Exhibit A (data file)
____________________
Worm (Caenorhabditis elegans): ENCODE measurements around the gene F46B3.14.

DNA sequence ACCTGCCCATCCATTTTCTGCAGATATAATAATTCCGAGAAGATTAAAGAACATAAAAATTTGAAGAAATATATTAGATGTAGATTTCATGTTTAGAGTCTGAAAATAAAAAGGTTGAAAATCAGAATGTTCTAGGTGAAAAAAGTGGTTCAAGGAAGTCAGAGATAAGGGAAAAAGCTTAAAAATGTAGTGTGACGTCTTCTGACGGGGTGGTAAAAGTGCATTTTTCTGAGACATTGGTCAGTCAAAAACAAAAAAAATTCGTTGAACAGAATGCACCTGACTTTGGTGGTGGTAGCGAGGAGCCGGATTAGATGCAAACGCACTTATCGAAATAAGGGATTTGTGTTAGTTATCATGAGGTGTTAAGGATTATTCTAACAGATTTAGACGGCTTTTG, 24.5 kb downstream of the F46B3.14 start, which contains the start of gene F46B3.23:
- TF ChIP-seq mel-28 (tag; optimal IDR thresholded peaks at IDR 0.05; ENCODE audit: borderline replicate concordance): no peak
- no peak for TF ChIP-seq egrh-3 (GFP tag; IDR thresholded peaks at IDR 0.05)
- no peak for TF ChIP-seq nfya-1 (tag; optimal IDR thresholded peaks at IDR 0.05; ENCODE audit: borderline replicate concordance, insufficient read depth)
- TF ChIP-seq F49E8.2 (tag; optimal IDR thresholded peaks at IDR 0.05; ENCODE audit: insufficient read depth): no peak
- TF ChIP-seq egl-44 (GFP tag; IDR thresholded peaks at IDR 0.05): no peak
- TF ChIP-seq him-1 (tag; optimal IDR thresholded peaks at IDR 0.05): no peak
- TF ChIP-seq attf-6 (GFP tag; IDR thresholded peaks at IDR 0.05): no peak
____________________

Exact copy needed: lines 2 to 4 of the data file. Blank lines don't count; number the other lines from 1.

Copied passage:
DNA sequence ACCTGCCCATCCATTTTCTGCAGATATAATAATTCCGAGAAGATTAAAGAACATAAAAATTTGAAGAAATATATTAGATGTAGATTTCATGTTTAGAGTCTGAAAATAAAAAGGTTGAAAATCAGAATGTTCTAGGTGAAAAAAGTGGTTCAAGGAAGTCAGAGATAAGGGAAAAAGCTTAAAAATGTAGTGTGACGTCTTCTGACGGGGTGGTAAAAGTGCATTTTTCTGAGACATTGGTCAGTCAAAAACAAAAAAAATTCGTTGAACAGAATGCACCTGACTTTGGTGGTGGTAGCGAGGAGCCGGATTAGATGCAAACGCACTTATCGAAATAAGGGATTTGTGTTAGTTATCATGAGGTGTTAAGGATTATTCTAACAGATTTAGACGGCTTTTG, 24.5 kb downstream of the F46B3.14 start, which contains the start of gene F46B3.23:
- TF ChIP-seq mel-28 (tag; optimal IDR thresholded peaks at IDR 0.05; ENCODE audit: borderline replicate concordance): no peak
- no peak for TF ChIP-seq egrh-3 (GFP tag; IDR thresholded peaks at IDR 0.05)